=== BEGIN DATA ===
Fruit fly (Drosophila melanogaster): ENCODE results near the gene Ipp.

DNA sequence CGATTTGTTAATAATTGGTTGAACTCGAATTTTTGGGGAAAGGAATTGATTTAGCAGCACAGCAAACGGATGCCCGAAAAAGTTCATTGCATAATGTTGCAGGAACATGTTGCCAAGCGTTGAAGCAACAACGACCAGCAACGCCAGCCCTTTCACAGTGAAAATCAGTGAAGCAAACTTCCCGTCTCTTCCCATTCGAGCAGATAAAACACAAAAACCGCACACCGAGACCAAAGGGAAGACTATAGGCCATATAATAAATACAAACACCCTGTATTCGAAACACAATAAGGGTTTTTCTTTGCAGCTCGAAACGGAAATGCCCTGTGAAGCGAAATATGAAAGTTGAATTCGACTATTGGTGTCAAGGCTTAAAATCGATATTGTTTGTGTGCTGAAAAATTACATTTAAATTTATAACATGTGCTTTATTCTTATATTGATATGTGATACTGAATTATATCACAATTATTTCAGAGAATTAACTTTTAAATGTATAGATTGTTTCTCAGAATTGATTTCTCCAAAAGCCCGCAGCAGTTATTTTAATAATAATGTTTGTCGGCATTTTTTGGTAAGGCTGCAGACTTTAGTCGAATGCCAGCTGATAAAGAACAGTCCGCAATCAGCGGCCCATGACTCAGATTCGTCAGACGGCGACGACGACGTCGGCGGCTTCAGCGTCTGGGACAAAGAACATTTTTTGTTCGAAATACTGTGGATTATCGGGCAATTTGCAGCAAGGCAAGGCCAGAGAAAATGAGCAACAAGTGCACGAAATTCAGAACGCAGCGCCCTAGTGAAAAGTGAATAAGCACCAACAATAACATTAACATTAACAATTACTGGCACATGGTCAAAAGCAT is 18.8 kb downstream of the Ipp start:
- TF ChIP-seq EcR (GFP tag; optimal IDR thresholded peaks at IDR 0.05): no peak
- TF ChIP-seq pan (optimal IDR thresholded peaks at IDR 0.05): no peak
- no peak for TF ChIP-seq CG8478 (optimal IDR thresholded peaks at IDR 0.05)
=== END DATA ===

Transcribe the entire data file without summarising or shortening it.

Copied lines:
Fruit fly (Drosophila melanogaster): ENCODE results near the gene Ipp.

DNA sequence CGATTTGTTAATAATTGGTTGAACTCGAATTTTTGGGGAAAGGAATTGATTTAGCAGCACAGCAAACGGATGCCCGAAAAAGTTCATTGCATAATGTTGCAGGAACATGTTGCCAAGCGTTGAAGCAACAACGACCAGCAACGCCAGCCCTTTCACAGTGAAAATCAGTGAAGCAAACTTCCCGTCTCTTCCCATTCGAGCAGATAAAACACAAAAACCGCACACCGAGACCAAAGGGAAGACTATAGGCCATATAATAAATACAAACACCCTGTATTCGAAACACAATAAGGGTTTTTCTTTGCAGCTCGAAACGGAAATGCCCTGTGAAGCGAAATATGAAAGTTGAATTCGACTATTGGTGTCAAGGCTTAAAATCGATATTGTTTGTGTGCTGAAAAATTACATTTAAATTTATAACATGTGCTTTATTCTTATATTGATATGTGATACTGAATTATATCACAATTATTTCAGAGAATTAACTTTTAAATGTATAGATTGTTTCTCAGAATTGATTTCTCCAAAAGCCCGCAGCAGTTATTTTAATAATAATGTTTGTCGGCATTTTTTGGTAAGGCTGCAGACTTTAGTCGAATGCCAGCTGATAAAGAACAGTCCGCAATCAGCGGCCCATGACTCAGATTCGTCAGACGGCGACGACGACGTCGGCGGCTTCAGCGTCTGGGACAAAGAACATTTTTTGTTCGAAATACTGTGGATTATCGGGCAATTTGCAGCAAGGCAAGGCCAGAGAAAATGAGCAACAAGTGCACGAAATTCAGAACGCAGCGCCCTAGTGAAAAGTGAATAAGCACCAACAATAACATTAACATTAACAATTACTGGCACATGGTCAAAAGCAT is 18.8 kb downstream of the Ipp start:
- TF ChIP-seq EcR (GFP tag; optimal IDR thresholded peaks at IDR 0.05): no peak
- TF ChIP-seq pan (optimal IDR thresholded peaks at IDR 0.05): no peak
- no peak for TF ChIP-seq CG8478 (optimal IDR thresholded peaks at IDR 0.05)